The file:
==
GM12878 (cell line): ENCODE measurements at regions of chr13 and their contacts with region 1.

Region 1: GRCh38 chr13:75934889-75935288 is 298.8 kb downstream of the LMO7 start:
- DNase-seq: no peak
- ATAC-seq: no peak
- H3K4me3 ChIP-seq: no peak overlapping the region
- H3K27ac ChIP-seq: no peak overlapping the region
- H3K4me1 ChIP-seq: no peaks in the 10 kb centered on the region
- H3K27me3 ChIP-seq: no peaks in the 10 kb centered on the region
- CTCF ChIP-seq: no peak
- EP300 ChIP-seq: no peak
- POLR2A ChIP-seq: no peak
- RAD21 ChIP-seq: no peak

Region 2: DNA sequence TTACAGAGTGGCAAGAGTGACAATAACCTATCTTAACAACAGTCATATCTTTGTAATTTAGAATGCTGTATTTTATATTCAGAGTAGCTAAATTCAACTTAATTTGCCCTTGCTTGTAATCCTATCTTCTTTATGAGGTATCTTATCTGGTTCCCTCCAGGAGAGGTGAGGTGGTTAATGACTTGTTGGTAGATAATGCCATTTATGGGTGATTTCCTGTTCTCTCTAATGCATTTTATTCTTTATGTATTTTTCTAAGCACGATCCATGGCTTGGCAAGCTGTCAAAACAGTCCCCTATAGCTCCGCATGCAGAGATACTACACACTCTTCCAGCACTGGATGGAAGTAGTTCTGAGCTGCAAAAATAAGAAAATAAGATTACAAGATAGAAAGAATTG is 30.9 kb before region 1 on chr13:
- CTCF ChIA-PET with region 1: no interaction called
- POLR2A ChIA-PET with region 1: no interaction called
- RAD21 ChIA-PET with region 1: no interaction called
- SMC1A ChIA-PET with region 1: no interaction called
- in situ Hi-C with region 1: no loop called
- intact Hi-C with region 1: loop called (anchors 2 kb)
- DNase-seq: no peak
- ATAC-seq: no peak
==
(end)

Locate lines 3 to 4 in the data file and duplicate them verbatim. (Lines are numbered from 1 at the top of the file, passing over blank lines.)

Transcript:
- DNase-seq: no peak
- ATAC-seq: no peak